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Egypt in midst of petition war as Mursi popularity plummets - ASHARQ AL-AWSAT English Archive
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In this July 13, 2012 file photo, Egyptian President Mohamed Mursi speaks to reporters at the Presidential palace in Cairo.  (AP Photo/Maya Alleruzzo, File)

In this July 13, 2012 file photo, Egyptian president Mohamed Mursi speaks to reporters at the Presidential Palace in Cairo. (AP Photo/Maya Alleruzzo, File)

Cairo, Asharq Al-Awsat—Responding to the Tamarod (Rebellion) petition seeking to oust Egyptian president Mohamed Mursi—which at last count had gathered more than two million signatures—the Islamists have launched a petition of their own in support of the embattled leader.

Mursi supporters have launched a Tajarud (Impartial) petition following calls by Al-Gama’a Al-Islamiyya leader Assem Abdul-Majid. This battle of the petitions comes in the week that an independent public opinion research center revealed that just 100 days into the job, his popularity had decreased to 30%.

The Tamarod campaign is seeking to “forment rebellion against the Muslim Brotherhood” and withdraw confidence from President Mursi, claiming that he has failed the revolution that brought him to power. This campaign is seeking to collect 15 million signatures in support of a vote of no confidence in Mursi; this would outnumber the 13.2 million votes he received to become president last year.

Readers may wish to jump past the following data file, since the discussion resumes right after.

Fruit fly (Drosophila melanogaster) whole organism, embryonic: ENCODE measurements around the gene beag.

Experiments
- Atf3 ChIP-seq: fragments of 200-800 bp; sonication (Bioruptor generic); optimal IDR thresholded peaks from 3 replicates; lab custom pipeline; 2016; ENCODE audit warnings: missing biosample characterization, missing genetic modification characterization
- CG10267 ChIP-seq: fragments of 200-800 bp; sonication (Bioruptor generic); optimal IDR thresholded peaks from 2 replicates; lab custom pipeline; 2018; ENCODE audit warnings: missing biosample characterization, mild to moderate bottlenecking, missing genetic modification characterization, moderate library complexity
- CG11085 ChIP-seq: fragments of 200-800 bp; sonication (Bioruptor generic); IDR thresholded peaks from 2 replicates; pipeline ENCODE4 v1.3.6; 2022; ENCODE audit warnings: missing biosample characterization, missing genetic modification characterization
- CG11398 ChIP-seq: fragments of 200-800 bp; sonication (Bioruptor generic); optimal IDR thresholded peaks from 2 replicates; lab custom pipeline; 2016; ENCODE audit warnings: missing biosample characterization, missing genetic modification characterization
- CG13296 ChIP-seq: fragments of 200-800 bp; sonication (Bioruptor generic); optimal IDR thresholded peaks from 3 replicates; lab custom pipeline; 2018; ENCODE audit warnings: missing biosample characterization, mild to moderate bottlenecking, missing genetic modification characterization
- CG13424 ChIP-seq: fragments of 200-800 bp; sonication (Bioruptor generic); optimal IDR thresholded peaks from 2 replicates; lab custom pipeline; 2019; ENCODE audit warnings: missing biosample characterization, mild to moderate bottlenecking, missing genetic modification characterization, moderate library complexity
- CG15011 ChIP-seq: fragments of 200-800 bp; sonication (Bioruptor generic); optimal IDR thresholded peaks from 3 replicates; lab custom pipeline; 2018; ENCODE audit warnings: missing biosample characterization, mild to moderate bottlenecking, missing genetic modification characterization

The Tamarod petition is gaining more and more signatures every day, and a number of prominent intellectuals and writers signed it on Monday.

George Isaac, a member of the Egyptian opposition National Salvation Front (NSF), told Asharq Al-Awsat that the Tamarod campaign represented the return of the Egyptian Movement for Change, which was the first group to oppose the Mubarak regime and which had been one of the major catalysts for the January 25 revolution.

Isaac, who served as the first general coordinator of the Kefaya movement, emphasized: “I believe that the Tamarod campaign is the beginning of the second wave of the Egyptian revolution, and this will lead to the achievement of the objectives of the revolution that we failed to achieve until now.”

“If President Mohamed Mursi wants to protect the country from division and disintegration, he must call for early presidential elections in response to the demands of the majority of the Egyptian people,” he added.

Isaac noted that President Mursi was elected president on the back of a controversial constitutional declaration issued by the then-ruling Supreme Council of the Armed Forces, and after he took office he issued a number of controversial constitutional declarations himself which removed any legitimacy that he had gained by the ballot box.

As for the Tajarud petition launched by Egypt’s Al-Gama’a Al-Islamiyya’s Assem Abdul-Majid emphasized that his pro-Mursi campaign will collect more signatures than the Tamarod petition.

For his part, former presidential contender Hazem Salah Abu Ismail expressed his rejection of petitions being used in this manner to express political positions.

He said, “The Tamarod petition gathering signatures will only serve to divide the country, and there is no legal basis for this campaign,” adding, “I could gather many more [signatures].”

The Egyptian Center for Public Opinion Research (Baseera) conducted a telephone poll on April 29 and 30, 2013 that showed that just 30% of respondents would vote for President Mursi in an election, compared with 37% percent one month earlier and 58% one hundred days after the president’s election.

The poll also revealed that the number of people who “agree” with Mursi decreased to 46%, from 47% one month earlier and 78% one hundred days after the president’s election.